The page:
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Hans Reichel's Daxophone
Hans Reichel's Daxophone
The Dax

The pitch and tonal color, created by the stroke of the bow, is manipulated by a handheld wedge of wood, which is called the Dax

Daxophone Sound Body
The Sound Body of the Daxophone

The Daxophone was invented by Hans Reichel, and is a musical instrument of the friction idiophone category. It consists of a thin wooden blade fixed in a wooden block, which holds one or more contact microphones, and is usually mounted on a tripod. Most often, it is played by bowing the free end, but it can also be struck or plucked, which propagates sound in the same way a ruler halfway off a table does.

These vibrations then continue to the wooden-block bass, which are then amplified by the contact mics. A wide range of voice-like timbres can be produced, depending on the shape of the instrument, the type of wood, where it is bowed, and where along its length it is stopped with a separate block of wood called the "Dax". One side of the Dax is fretted to produce fixed pitches, while the other side is a smooth curve, to play more fluid pitch changes.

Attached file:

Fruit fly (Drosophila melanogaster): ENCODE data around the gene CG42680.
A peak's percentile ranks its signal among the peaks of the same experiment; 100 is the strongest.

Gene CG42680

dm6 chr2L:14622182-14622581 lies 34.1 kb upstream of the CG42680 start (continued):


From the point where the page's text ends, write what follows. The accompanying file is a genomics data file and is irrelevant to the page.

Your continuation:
The sounds that come from the Daxophone are often very unexpected and sometimes very comical sounding!
Listen to a sample Hans Reichel’s Le Bal from Bart Hopkin's classic must-have experimental music CD Gravikords, Whirlies & Pyrophones

The Daxophone and its interesting vocal qualities :-)
Hans Reichel playing the Daxophone
Hans Reichel playing his creation with bow & Dax in hand
Daxophone Tongues
A few of the many different Daxophone "tongues" created by Hans Reichel that can be used to vary the sound of the instrument

Watch videos of Hans Reichel demonstrating the Daxophone

For more information, visit Hans Reichel's interactive website at www.daxo.de


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